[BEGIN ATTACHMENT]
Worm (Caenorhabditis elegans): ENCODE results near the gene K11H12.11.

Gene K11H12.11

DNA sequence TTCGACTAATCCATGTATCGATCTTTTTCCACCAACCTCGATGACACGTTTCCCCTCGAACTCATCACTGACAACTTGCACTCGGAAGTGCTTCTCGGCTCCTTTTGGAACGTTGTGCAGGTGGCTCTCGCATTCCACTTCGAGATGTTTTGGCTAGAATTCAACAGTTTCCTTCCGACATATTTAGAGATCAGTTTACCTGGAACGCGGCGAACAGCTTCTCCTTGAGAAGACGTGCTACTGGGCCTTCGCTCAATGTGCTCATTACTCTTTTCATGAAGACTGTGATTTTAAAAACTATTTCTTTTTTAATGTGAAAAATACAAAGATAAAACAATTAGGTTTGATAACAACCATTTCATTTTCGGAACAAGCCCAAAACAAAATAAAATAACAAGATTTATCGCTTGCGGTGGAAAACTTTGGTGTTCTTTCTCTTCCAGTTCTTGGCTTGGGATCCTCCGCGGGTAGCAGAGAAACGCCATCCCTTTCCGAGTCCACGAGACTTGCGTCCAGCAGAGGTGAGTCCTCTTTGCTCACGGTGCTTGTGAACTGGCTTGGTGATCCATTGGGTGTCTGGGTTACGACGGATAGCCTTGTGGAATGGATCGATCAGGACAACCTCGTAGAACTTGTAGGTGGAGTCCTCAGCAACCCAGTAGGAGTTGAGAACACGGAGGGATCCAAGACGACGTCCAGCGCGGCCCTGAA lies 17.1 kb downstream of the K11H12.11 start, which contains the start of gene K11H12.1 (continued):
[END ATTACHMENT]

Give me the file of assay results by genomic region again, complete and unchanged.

Worm (Caenorhabditis elegans): ENCODE results near the gene K11H12.11.

Gene K11H12.11

DNA sequence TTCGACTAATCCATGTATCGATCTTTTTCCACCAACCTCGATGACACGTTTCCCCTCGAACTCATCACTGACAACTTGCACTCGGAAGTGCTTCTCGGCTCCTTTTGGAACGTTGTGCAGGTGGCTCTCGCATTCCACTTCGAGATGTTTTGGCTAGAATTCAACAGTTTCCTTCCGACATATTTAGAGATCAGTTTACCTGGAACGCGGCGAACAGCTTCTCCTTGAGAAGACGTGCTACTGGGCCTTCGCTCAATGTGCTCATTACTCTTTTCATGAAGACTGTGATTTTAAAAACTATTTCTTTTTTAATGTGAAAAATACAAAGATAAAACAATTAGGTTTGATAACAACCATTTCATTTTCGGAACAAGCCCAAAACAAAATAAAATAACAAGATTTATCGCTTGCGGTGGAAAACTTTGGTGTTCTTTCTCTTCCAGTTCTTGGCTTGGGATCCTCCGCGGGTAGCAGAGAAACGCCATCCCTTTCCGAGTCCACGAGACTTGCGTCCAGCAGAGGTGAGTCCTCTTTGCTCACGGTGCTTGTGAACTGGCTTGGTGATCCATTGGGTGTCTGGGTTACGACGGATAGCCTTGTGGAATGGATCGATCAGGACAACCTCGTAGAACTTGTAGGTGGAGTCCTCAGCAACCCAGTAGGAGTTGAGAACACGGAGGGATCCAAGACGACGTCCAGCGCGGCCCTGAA lies 17.1 kb downstream of the K11H12.11 start, which contains the start of gene K11H12.1 (continued):